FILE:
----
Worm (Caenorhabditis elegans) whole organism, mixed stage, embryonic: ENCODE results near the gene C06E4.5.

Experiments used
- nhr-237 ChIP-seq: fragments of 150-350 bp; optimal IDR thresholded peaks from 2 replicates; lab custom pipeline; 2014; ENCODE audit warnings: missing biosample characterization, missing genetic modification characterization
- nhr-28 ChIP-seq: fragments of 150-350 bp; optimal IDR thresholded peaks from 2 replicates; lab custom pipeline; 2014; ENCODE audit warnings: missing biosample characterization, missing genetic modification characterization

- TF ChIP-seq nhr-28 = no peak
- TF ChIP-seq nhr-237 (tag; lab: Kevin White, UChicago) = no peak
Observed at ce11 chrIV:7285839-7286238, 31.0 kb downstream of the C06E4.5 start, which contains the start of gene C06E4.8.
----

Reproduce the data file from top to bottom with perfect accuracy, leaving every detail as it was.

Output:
Worm (Caenorhabditis elegans) whole organism, mixed stage, embryonic: ENCODE results near the gene C06E4.5.

Experiments used
- nhr-237 ChIP-seq: fragments of 150-350 bp; optimal IDR thresholded peaks from 2 replicates; lab custom pipeline; 2014; ENCODE audit warnings: missing biosample characterization, missing genetic modification characterization
- nhr-28 ChIP-seq: fragments of 150-350 bp; optimal IDR thresholded peaks from 2 replicates; lab custom pipeline; 2014; ENCODE audit warnings: missing biosample characterization, missing genetic modification characterization

- TF ChIP-seq nhr-28 = no peak
- TF ChIP-seq nhr-237 (tag; lab: Kevin White, UChicago) = no peak
Observed at ce11 chrIV:7285839-7286238, 31.0 kb downstream of the C06E4.5 start, which contains the start of gene C06E4.8.